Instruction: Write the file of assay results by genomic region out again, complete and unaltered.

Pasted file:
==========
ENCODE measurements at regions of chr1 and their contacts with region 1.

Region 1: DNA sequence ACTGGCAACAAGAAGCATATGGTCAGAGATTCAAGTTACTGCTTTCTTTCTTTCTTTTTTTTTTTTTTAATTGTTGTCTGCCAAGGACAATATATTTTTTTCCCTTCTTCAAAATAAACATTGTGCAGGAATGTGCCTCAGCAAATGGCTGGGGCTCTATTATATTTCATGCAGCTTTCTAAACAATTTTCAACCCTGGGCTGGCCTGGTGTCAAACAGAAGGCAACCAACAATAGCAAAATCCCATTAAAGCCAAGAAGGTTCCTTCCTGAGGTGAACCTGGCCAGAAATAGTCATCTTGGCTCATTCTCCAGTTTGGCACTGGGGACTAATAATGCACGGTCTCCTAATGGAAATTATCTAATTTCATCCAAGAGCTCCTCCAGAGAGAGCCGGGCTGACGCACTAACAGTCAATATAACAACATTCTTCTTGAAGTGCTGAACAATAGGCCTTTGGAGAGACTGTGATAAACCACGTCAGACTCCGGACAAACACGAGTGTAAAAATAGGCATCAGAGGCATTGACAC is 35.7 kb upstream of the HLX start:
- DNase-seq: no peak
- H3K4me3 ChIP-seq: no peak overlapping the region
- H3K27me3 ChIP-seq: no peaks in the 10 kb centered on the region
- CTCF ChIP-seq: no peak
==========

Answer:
ENCODE measurements at regions of chr1 and their contacts with region 1.

Region 1: DNA sequence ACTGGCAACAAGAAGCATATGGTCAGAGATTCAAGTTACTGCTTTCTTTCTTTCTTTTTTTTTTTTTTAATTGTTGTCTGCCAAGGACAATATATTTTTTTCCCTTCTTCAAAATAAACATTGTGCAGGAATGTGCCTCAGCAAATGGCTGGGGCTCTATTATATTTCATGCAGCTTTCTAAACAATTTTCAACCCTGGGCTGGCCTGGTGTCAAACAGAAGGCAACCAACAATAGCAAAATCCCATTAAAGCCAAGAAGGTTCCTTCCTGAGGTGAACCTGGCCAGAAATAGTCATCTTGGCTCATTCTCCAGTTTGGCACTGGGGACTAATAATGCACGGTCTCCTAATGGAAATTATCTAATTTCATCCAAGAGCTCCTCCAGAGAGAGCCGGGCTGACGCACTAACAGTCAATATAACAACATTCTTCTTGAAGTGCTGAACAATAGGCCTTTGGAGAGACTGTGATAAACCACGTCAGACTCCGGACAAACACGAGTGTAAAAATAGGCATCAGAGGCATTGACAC is 35.7 kb upstream of the HLX start:
- DNase-seq: no peak
- H3K4me3 ChIP-seq: no peak overlapping the region
- H3K27me3 ChIP-seq: no peaks in the 10 kb centered on the region
- CTCF ChIP-seq: no peak